• Tightness of chest as a symptom of asthma: the tightness of chest occurs when the external environment forces the airway to contract (shrink). This is due to an attempt by nerves of the airway to decrease the number of particles entering the airway. Chemical particles from tobacco smoke, cleansing agents such as ammonia, and allergenic particles such as dusts, molds, and pollen induce such a defense mechanism to act and impart a feeling of tightness of chest.
  • Cough and asthma: one of the most common symptoms of asthma is a cough; sometimes cough is a sign of airway irritabilityindicating that some potentially harmful particle has entered the airway, and our nervous system is inducing cough to get rid of the particle.
  • Wheezing and asthma: while tightness of chest and cough spells indicate an impending asthma attack, wheezing occurs when airway size is reduced, and the air trapping occurs in the lungs. Wheezing indicates that the dynamic forces maintaining the airway diameter have changed in favor of the forces closing the airway, thus less than the necessary quantity of oxygen is reaching the airway.




Tobacco Smoke and Asthma

Why people suffering from asthma cannot tolerate cigarette smoke?
Tobacco smoke and Asthma

Tobacco smoke and Asthma

Many individuals with asthma feel tight in the chest, start coughing, and start wheezing when they are exposed to an environment with tobacco smoke. The reason is very clear, as tobacco smoke carries many particles that are harmful, the immune system acts by triggering the closing mechanisms of the airway diameter control. While active smoking is detrimental to a healthy airway, passive smoking also contributes the unfavorable environment for anyone with reactive airway disease. Airway goes into spasm leading to the feeling of tightness in the chest; cough becomes a mechanism to get rid of the offending particles, and the state of wheezing suggest a failure of defensive mechanisms, hence distress to patients with asthma.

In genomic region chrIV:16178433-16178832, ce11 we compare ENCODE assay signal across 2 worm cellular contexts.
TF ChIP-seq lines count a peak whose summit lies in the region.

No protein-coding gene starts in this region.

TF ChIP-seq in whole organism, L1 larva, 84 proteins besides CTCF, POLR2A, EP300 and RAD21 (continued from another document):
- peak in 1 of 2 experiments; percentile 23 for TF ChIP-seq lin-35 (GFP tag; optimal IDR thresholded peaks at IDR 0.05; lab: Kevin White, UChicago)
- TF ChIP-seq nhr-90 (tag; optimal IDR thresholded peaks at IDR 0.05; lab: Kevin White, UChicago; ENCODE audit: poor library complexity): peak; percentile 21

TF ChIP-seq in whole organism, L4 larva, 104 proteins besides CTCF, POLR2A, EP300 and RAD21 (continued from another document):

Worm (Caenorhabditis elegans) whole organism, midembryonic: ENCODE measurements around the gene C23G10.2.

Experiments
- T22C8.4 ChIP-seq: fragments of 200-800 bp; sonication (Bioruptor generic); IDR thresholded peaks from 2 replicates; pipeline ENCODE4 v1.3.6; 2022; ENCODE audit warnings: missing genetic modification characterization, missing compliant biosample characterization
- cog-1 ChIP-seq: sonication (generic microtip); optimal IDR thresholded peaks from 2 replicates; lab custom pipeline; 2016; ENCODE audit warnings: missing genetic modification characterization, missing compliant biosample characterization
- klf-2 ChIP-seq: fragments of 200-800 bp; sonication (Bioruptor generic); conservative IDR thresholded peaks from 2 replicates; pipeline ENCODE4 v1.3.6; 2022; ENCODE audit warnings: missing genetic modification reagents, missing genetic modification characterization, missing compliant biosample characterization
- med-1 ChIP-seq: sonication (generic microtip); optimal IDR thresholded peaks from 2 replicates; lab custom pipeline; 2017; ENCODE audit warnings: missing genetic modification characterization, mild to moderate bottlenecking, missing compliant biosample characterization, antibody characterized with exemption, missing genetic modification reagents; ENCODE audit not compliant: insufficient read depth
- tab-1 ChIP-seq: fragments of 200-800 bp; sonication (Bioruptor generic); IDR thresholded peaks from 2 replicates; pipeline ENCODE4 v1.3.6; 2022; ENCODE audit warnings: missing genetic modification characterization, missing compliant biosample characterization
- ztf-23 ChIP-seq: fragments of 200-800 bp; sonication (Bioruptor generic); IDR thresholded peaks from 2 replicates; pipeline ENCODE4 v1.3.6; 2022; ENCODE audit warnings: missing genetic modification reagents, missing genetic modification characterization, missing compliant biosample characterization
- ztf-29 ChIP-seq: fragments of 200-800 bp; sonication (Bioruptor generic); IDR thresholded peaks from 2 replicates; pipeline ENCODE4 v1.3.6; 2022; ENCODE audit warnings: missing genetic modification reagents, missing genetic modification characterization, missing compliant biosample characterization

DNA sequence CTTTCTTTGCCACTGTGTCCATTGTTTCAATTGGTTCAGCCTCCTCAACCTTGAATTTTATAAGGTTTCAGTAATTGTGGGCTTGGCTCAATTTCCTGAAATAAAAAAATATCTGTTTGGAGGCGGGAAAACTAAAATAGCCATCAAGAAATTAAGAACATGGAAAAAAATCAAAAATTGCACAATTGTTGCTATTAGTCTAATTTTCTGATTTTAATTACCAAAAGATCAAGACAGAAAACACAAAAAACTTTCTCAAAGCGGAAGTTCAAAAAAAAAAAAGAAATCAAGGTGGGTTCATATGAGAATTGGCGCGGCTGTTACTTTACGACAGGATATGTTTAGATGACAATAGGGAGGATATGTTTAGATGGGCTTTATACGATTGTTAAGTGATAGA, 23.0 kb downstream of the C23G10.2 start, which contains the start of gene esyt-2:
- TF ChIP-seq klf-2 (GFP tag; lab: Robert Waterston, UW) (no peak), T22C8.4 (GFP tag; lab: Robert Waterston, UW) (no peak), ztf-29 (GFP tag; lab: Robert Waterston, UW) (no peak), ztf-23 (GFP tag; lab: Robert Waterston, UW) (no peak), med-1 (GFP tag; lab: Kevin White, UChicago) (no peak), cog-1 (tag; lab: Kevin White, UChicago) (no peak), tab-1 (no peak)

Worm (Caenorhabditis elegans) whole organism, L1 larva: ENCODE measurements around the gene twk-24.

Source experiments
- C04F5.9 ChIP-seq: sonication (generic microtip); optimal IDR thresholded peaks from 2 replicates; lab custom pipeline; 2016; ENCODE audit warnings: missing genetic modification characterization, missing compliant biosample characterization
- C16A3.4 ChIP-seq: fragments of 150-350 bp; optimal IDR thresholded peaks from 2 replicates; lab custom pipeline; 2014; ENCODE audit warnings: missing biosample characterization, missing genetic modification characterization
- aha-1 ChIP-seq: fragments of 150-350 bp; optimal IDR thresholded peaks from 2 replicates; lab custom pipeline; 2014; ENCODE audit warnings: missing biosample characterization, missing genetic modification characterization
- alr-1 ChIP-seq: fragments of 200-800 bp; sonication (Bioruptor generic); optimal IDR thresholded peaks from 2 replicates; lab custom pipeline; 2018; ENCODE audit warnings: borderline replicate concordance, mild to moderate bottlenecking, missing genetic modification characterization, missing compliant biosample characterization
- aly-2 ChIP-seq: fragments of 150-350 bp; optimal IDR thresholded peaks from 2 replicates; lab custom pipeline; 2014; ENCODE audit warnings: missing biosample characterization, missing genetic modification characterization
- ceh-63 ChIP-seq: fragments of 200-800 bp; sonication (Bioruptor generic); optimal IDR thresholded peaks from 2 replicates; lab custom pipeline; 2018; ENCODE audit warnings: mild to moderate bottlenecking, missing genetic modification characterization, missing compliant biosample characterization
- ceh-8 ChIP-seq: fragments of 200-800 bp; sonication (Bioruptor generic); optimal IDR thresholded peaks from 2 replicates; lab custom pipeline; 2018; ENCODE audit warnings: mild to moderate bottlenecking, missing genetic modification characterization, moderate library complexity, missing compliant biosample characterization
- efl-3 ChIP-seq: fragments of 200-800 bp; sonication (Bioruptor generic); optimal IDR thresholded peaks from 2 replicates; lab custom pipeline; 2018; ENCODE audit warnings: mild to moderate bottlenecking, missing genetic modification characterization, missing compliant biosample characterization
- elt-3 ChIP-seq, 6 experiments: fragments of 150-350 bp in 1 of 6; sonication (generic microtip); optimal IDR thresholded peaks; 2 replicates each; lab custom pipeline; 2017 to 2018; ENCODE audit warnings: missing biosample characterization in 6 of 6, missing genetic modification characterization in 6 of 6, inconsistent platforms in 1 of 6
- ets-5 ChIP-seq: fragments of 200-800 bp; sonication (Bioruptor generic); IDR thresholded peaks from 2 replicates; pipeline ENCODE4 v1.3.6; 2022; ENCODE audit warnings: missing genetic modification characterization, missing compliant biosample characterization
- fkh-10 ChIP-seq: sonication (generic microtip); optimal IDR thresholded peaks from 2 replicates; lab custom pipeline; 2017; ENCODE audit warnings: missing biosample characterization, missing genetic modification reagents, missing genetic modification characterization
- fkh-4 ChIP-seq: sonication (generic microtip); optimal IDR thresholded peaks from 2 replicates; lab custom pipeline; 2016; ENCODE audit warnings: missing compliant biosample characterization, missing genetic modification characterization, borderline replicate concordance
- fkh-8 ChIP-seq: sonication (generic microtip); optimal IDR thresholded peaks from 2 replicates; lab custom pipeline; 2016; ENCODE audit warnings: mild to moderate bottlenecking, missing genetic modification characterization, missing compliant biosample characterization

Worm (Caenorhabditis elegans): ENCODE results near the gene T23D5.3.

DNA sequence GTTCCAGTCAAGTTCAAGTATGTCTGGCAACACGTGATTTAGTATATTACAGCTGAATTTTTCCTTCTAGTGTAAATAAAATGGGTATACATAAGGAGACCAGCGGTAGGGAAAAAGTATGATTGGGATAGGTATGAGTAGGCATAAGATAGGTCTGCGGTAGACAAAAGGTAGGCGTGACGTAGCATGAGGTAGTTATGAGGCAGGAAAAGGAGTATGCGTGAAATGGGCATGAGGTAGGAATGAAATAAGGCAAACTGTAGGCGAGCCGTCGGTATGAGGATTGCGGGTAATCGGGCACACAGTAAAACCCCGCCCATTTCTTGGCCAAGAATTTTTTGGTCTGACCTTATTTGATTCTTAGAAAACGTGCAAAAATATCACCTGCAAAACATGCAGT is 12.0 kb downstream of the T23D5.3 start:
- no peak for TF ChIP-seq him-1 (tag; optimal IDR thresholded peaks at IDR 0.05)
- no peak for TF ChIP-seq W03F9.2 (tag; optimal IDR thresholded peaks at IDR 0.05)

Dust Allergy and Asthma

Dust mite allergy

Dust mite allergy

If you are allergic to dust the following symptoms are noticed on exposure to dust:

  • Blocked nose
  • Stuffy nose
  • Sneezing
  • Runny nose
  • Itching
  • Cough
  • Wheezing

For many individuals, suffering from asthma dust often triggers an attack of asthma. This could be due to dusts acting as a trigger from irritation of the nerve endings lining the airway tubes, as well as nostrils or an allergic reaction to different components of dust. Most of the dust particles are filtered and kept in the nose and sinuses and are thus prevented from entering the lower airway. Once trapped in the nose, sneezing is triggered resulting in forceful expulsion of dust particles. Sudden production of mucus is one way to wash away the dust particles trapped in the nasal passage. Further entry of dust particles is reduced by blockage of the nose due to swelling of the mucosal lining. Entry of dust particles in the upper airway and sinuses may induce a contraction of the lower airway leading to tightness of chest in those with asthma.